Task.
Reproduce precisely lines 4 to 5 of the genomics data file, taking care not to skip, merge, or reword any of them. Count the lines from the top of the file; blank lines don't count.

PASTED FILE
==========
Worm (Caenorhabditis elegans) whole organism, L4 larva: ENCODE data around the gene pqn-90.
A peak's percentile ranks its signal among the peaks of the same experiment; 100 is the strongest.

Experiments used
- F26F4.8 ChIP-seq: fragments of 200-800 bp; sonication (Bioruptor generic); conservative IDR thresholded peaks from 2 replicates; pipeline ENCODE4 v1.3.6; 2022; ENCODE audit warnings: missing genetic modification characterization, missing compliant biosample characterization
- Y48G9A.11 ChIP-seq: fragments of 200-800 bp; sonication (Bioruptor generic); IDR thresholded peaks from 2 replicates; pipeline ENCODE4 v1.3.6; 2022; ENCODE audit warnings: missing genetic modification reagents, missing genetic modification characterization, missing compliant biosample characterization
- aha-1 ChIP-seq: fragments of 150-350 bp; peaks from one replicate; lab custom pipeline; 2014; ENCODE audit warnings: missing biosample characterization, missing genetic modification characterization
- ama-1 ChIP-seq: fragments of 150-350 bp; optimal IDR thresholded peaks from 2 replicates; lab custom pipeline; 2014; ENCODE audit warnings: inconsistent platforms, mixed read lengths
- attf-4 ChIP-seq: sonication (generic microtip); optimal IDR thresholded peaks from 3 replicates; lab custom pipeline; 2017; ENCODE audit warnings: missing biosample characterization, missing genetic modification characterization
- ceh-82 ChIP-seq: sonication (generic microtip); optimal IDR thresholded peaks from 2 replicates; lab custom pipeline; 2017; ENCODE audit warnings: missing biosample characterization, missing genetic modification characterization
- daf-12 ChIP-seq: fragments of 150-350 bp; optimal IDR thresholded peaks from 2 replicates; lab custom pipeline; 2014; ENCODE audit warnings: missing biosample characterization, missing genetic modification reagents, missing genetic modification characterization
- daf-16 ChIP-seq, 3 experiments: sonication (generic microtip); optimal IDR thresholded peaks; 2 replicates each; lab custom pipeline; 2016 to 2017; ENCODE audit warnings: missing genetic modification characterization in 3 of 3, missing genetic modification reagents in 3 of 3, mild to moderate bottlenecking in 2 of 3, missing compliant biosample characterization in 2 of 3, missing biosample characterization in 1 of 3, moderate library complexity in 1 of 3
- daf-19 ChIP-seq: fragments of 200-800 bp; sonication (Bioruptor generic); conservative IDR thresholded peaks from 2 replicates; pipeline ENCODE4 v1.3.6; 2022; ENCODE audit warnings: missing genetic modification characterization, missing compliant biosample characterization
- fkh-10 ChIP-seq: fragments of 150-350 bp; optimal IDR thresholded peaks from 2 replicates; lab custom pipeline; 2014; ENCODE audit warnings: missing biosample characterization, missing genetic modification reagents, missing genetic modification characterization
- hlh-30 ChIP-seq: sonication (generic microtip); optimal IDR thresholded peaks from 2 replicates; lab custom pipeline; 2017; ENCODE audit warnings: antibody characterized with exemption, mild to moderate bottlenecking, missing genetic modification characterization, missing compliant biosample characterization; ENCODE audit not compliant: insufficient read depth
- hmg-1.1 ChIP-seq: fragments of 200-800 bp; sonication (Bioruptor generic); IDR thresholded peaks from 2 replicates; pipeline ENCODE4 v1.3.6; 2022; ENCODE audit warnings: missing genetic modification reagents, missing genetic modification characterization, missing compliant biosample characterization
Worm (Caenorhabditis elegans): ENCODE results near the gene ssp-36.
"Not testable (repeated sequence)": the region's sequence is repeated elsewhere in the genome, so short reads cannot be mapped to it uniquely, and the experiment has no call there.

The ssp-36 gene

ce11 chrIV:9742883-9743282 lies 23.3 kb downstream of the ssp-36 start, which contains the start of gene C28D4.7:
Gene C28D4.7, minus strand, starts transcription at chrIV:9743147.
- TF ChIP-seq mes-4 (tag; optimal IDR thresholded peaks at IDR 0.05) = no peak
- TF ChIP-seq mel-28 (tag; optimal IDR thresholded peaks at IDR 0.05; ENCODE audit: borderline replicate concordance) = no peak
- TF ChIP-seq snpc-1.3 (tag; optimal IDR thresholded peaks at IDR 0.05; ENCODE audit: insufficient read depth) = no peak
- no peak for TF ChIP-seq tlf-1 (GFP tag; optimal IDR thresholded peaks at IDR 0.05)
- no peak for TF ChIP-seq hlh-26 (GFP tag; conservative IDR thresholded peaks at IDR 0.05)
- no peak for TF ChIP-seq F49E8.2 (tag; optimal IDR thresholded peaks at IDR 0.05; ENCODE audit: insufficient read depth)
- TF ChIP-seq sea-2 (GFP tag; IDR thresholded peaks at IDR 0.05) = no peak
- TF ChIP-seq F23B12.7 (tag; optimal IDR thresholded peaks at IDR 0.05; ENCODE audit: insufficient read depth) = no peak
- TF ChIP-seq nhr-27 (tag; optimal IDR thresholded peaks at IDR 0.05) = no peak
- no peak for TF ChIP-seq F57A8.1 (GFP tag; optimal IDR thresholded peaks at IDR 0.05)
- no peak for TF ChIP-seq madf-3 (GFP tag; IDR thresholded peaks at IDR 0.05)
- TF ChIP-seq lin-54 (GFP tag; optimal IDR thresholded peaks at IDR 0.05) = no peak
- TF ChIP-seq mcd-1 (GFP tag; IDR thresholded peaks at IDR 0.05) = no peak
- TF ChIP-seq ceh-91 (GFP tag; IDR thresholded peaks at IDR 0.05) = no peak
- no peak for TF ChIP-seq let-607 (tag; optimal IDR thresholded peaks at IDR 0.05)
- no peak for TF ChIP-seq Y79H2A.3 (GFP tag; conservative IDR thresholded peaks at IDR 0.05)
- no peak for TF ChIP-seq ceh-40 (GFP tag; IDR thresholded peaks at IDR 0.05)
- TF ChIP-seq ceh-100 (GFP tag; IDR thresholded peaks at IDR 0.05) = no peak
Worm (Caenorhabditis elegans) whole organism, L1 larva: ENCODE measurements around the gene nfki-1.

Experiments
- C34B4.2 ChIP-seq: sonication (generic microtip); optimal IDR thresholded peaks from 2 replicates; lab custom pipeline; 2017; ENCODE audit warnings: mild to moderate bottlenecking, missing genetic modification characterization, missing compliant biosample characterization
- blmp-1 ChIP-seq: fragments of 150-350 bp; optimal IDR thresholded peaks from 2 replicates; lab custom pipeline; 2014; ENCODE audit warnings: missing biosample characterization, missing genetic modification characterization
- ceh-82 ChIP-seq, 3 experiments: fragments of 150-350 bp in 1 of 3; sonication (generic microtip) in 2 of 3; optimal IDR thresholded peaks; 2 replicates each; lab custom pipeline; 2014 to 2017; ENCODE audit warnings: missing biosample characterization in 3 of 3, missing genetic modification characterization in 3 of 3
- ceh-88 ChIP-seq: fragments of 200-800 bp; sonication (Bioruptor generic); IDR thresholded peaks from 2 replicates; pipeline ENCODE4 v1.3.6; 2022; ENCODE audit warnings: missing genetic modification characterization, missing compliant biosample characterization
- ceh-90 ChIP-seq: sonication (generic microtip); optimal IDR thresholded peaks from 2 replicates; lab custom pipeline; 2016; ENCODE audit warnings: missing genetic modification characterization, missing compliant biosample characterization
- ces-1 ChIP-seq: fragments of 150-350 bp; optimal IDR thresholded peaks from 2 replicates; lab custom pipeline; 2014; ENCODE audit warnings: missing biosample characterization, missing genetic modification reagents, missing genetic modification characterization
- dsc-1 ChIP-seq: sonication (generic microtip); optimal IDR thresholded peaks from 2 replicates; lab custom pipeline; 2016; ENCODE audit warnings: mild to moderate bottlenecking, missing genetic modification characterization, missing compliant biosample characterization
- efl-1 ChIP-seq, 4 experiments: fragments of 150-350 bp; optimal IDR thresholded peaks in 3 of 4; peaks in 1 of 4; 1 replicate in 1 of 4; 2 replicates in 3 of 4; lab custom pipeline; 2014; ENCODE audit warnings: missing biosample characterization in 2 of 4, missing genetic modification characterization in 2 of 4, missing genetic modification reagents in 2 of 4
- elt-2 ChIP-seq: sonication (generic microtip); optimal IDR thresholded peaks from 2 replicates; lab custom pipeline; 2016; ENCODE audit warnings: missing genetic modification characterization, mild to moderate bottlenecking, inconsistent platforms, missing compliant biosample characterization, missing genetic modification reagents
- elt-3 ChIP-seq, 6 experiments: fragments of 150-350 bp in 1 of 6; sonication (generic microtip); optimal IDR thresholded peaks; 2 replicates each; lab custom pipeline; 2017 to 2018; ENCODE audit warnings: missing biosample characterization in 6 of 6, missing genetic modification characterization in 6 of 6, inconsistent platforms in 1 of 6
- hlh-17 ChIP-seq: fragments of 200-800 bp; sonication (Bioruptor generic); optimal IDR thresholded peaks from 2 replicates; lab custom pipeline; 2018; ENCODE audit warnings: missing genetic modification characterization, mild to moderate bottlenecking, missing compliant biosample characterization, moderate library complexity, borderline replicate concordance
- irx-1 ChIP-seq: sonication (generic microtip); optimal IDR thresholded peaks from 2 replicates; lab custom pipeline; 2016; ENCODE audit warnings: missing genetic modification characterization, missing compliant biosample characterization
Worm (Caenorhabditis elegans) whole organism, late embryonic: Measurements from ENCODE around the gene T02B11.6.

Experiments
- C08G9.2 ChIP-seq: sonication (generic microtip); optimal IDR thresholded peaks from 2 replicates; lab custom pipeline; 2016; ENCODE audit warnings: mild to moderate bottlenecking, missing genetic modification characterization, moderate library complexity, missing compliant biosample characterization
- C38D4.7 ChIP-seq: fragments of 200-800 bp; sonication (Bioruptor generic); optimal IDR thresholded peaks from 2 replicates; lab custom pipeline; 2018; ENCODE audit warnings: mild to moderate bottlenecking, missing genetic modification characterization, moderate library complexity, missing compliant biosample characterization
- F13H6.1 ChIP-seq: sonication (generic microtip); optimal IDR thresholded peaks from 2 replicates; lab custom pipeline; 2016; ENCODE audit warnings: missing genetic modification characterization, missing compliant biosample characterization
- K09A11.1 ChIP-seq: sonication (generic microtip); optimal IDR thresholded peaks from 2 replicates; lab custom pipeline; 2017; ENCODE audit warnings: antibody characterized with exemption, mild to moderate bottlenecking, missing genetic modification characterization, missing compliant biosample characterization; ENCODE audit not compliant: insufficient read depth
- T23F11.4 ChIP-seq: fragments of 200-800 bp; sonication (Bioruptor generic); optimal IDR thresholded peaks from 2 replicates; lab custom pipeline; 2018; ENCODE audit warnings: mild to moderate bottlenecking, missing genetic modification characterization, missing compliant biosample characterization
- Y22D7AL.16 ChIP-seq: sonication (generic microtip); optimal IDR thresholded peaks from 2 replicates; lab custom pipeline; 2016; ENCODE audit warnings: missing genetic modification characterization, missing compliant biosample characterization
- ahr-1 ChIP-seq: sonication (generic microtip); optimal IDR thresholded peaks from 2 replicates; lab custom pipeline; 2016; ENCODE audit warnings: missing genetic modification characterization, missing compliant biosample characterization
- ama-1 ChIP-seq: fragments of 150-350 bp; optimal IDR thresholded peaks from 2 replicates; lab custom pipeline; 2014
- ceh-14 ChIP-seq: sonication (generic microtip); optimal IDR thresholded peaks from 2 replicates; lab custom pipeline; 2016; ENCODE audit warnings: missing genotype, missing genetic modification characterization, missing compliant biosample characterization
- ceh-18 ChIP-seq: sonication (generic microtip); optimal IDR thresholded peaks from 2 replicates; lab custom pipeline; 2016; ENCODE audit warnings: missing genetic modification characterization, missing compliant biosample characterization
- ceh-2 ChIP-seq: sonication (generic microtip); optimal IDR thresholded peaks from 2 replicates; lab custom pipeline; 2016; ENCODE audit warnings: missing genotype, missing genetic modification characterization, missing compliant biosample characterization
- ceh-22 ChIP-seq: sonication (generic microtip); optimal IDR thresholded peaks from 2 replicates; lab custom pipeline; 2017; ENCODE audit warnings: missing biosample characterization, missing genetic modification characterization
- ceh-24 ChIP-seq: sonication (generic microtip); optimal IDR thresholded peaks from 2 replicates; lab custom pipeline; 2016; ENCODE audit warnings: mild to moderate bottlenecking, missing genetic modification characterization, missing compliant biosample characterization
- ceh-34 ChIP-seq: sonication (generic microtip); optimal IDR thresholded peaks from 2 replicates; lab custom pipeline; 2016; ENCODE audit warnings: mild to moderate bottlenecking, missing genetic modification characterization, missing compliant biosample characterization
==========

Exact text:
- F26F4.8 ChIP-seq: fragments of 200-800 bp; sonication (Bioruptor generic); conservative IDR thresholded peaks from 2 replicates; pipeline ENCODE4 v1.3.6; 2022; ENCODE audit warnings: missing genetic modification characterization, missing compliant biosample characterization
- Y48G9A.11 ChIP-seq: fragments of 200-800 bp; sonication (Bioruptor generic); IDR thresholded peaks from 2 replicates; pipeline ENCODE4 v1.3.6; 2022; ENCODE audit warnings: missing genetic modification reagents, missing genetic modification characterization, missing compliant biosample characterization